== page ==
For most new technologies, proof-of-concept presentations are often dry demos of basic research in search of an application. In computer graphics, they can be works of art.
That's clearly the case for the latest graphics research that will be on display in the Emerging Technologies gallery at the upcoming SIGGRAPH 2004 conference. In fact, of the more than 30 installations—which showcase the brightest new technologies to spring from the world's top academic and corporate labs—a third are defined as art.
Does this high percentage of art-related projects suggest a lack of value of these technologies? Not at all, contends Heather Elliott-Famularo, chair of this year's Emerging Technologies exhibit and assistant professor of digital arts at Bowling Green State University. "The art emphasis was deliberately encouraged to demonstrate the potential of the technologies and spark new applications," she says. Here are several examples that illustrate the theme:
An interactive display called "Lumen" (right) presents slowly changing organic motions intended to produce an aesthetically pleasing and calming effect on viewers. Users run their fingers over a "smart-skin" surface containing motion sensors, and a series of illuminated cylinders rise and fall accordingly. The system, developed by Ivan Poupyrev and colleagues at Sony's Computer Science Lab in Japan, can be scaled up to create wall-size displays for home or office environments.
Using sound-activated LEDs and electro-luminescent wires that can be applied to fabric, a novel concept called "HearWear" creates moving light patterns on clothing from noises in the environment. Developed by Younghui Kim and Milena Iossifova of Missing Pixel/Absurdee, the system uses a sound-recognition module to characterize noise patterns and light the LEDs and wires accordingly—in this case, to create flashing patterns on a ladies' skirt (right). The device can also be used in concerts, for example, so that performers' costumes could be illuminated interactively by their music.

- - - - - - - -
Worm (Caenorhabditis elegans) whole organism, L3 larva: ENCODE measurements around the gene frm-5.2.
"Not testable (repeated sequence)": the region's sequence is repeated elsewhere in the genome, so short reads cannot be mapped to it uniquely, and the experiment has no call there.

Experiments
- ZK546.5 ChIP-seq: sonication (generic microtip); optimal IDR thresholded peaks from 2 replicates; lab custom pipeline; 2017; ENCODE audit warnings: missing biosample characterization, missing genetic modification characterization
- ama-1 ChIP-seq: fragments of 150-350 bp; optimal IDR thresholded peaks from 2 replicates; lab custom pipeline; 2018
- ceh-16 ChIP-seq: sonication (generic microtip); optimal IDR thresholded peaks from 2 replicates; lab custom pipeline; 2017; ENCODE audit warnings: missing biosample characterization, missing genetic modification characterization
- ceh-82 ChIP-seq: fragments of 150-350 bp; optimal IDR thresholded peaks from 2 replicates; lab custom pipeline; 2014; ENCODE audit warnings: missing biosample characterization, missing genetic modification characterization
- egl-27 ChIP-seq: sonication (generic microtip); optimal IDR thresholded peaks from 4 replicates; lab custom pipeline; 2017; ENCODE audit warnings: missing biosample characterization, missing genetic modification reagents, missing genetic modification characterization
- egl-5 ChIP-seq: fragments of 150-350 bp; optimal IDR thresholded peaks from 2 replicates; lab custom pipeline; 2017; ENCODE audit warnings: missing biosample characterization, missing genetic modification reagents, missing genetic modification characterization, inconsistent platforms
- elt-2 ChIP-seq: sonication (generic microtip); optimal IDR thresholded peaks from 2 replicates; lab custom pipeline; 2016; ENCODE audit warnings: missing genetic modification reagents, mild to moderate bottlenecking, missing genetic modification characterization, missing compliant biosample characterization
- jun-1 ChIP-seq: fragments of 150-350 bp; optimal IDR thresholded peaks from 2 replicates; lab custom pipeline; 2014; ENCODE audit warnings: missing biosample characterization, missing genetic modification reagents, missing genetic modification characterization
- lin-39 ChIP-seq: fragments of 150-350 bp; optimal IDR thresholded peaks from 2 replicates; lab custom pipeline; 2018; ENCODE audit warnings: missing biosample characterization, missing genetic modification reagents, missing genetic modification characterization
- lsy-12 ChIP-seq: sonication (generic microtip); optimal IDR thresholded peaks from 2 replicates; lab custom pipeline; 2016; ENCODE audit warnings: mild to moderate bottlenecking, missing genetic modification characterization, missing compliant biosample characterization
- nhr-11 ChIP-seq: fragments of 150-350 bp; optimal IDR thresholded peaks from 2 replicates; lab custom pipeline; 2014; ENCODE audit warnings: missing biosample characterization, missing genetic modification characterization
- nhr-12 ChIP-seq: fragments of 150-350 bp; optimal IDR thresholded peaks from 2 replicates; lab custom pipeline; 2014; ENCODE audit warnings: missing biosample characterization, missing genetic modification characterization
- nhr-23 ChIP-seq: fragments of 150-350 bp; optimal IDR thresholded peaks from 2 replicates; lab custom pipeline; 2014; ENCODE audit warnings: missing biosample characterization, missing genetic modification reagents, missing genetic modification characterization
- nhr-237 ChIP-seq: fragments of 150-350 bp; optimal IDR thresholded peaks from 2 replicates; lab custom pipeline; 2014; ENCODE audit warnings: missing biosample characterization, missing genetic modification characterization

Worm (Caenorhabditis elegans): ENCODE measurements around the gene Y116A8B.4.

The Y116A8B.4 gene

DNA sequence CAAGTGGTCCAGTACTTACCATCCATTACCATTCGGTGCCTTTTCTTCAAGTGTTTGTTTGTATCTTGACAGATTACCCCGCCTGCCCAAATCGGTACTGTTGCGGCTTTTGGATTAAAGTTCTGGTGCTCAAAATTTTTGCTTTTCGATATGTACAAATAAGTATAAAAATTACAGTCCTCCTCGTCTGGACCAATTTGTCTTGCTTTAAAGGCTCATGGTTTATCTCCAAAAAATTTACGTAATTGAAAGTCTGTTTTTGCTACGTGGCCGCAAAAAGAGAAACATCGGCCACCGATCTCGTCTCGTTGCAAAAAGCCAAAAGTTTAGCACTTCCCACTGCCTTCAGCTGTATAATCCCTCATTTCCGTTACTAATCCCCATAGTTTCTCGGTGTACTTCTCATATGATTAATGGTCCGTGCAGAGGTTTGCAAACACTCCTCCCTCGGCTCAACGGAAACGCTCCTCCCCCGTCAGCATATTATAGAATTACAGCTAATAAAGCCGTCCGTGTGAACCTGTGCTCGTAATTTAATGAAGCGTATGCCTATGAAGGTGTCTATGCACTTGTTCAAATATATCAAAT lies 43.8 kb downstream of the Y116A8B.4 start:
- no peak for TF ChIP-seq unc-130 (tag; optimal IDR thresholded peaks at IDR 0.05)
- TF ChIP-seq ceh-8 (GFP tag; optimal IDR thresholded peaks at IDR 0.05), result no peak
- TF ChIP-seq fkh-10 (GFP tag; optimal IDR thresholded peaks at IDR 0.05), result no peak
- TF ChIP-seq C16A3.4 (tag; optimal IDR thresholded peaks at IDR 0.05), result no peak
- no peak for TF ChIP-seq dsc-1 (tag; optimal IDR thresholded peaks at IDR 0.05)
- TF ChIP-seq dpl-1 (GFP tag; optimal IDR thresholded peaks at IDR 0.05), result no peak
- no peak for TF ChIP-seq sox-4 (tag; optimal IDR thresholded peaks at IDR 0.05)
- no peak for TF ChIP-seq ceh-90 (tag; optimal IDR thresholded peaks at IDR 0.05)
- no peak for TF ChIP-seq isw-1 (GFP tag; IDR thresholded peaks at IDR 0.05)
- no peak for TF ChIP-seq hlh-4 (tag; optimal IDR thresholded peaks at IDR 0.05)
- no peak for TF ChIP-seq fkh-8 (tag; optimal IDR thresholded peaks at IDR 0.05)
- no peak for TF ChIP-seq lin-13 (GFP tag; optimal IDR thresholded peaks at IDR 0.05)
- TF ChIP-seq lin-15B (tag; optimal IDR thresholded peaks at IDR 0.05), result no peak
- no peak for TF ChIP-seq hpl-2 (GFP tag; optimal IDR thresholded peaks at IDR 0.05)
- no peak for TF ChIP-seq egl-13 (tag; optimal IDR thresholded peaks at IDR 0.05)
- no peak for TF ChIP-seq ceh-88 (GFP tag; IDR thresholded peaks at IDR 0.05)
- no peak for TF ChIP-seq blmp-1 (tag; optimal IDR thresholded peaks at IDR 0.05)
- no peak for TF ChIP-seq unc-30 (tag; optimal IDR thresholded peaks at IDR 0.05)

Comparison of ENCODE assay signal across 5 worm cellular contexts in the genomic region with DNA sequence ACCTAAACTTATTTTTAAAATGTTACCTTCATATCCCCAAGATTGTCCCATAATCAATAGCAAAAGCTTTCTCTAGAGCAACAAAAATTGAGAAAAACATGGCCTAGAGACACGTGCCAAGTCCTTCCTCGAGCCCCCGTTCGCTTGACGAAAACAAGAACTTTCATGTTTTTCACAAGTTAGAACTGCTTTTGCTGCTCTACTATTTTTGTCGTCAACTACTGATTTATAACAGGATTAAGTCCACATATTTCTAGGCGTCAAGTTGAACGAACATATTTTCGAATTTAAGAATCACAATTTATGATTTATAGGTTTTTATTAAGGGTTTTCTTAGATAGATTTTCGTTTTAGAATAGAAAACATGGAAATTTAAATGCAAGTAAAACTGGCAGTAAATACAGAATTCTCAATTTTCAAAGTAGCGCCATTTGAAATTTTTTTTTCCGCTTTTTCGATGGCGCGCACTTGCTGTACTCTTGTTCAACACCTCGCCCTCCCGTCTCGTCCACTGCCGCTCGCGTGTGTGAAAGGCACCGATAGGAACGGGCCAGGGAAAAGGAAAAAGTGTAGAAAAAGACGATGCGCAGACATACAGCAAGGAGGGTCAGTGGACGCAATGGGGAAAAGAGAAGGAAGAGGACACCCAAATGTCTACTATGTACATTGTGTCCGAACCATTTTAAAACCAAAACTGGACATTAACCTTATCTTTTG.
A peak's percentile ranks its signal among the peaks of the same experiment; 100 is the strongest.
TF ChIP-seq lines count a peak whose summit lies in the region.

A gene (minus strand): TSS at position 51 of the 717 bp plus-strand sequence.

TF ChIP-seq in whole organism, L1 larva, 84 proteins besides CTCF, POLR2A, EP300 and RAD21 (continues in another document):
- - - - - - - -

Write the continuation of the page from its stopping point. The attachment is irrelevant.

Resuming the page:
A real-time painting technique, created by Daniel Shiffman at the Tisch School of the Arts, "Swarm" captures a live-video image of a viewer and automatically alters the colors on the screen according to what the camera sees. Based on Craig Reynolds' Boids flocking-behavior model, the painterly rendering algorithm scrambles and smears specific areas of the screen. Swarm can be used to enhance public and private spaces—such as art galleries, lobbies, conference rooms, homes, and so forth—with artwork that lets viewers see themselves inside impressionistic portraits (right).
Rather than simply telling the current time, this unique clock (right) uses video camera feeds to display recent events. Called "Last," the timepiece presents a brief history of time using hands that sweep around three concentric rings, with the outermost ring indicating seconds, the middle ring minutes, and the innermost ring hours. The rings contain imagery sent from live video cameras, and as hands rotate around the rings, they leave a trace of what has transpired in front of the cameras during the last minute, hour, or half day. For instance, a camera pointing at the sky can display a record of cloud cover at that location. The feed can be from any source, such as a camera mounted on the clock itself, a remote camera streaming video over the Internet, or a TV signal feeding images directly to the clock. Developed by Jussi Angesleva of Media Lab Europe and Ross Cooper of Ross Cooper Studios, Last can display a record of local, remote, and media events.
Are there more practical uses that these new technologies could eventually serve? Poupyrev believes the smart-skin technology in the "Lumen" calm-computing installation might eventually enable people to both see and touch each other over a network. Kim thinks that "HearWear" could include devices that broadcast sound data and create real-time noise maps that raise public awareness of noise pollution. Shiffman foresees "Swarm" being used to automatically generate special effects in films, perhaps for dream or title sequences. And Angesleva envisions that "Last" could be used to open a channel between remote places, so friends and family members could continually sense each other's presence, or that it could be used to show the dynamics of a given space—for example, to show a recent history of traffic patterns on a highway.
For now, these emerging technologies remain more in the artistic realm. But it doesn't take much imagination to see how they could cross over to be of greater utility. Merging art and technology may well be the key to creating the most successful applications of all. Indeed, it was with this notion in mind that Elliott-Famularo put out a call for participation in the Emerging Technologies gallery and encouraged submissions "that enhance life, both physically, through gadgets, and spiritually, through art."
The submissions cited here appear to have achieved that goal. And while they may be enhancing life only as art, perhaps technologies that create a sense of calm or that entertain or that convey information in new ways are enough of an end in themselves.